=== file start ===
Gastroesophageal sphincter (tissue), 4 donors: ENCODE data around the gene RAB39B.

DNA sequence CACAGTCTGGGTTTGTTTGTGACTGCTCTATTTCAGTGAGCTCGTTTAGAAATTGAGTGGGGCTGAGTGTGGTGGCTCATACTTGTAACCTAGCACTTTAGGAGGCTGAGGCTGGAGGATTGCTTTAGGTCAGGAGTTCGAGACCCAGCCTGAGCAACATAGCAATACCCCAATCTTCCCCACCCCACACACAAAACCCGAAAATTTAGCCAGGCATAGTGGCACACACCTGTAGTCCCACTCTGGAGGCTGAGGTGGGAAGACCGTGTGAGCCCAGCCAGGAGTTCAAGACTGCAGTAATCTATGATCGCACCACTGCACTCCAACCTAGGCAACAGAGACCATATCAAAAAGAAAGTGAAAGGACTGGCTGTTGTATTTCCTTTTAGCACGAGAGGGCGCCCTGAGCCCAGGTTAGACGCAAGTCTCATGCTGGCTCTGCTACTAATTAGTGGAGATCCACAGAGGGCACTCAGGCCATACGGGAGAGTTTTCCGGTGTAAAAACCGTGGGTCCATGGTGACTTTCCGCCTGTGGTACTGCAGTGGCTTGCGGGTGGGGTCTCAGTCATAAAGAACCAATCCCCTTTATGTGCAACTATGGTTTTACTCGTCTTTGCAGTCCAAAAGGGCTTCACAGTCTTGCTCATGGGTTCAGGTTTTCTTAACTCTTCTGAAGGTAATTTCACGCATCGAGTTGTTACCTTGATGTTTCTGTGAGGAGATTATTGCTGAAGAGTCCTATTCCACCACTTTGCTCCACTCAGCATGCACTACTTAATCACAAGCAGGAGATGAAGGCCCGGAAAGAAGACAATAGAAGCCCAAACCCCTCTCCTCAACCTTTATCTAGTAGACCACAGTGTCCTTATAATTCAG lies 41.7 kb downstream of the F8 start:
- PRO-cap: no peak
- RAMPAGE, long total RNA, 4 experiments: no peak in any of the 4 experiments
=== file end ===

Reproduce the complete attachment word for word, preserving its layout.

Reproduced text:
Gastroesophageal sphincter (tissue), 4 donors: ENCODE data around the gene RAB39B.

DNA sequence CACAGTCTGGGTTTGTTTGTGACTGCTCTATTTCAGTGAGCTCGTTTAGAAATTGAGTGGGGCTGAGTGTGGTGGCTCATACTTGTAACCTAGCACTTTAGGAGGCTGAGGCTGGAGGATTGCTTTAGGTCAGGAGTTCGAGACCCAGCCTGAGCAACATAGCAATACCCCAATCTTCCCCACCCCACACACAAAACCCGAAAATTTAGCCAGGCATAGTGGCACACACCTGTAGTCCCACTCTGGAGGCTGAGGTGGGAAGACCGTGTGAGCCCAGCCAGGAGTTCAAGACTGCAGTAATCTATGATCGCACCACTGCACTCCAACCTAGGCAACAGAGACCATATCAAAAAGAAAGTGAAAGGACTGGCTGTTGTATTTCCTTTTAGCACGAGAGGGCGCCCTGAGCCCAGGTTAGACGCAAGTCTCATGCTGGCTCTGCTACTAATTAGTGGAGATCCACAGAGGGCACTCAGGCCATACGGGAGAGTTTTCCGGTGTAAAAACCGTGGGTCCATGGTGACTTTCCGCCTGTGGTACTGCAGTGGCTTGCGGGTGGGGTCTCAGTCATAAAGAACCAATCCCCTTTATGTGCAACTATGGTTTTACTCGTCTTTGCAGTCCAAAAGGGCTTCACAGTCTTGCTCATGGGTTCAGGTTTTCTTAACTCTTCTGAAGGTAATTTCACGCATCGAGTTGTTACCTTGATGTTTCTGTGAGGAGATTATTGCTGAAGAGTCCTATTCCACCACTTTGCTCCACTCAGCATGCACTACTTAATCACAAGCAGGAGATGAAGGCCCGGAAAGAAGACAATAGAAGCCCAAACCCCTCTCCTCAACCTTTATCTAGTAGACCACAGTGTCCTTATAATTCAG lies 41.7 kb downstream of the F8 start:
- PRO-cap: no peak
- RAMPAGE, long total RNA, 4 experiments: no peak in any of the 4 experiments